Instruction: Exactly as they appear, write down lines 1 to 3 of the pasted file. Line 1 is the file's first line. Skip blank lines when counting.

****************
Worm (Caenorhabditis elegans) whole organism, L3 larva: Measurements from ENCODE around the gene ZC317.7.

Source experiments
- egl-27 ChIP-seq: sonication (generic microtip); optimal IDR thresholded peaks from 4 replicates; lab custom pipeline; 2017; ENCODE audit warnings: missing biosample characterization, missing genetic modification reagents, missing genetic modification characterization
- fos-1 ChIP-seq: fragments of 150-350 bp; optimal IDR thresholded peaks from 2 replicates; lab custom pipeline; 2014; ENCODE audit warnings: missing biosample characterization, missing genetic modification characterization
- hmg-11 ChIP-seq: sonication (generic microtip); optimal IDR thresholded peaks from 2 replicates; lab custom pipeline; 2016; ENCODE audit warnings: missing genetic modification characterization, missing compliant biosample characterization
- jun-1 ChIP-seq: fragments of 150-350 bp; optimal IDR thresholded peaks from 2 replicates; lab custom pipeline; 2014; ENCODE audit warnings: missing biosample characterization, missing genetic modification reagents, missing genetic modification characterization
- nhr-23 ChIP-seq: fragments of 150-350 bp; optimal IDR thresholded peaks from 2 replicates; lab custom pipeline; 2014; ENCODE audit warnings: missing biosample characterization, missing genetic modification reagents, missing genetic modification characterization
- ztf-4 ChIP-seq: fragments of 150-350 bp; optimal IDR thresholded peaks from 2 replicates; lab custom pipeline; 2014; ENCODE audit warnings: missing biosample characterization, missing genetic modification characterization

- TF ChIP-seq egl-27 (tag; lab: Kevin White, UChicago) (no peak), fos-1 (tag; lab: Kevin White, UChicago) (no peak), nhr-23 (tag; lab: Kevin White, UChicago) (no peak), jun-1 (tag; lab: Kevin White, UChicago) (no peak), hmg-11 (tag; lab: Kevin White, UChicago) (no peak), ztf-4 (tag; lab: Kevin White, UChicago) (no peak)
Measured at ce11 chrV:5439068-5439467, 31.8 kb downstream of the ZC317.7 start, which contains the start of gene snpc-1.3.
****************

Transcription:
Worm (Caenorhabditis elegans) whole organism, L3 larva: Measurements from ENCODE around the gene ZC317.7.

Source experiments
- egl-27 ChIP-seq: sonication (generic microtip); optimal IDR thresholded peaks from 4 replicates; lab custom pipeline; 2017; ENCODE audit warnings: missing biosample characterization, missing genetic modification reagents, missing genetic modification characterization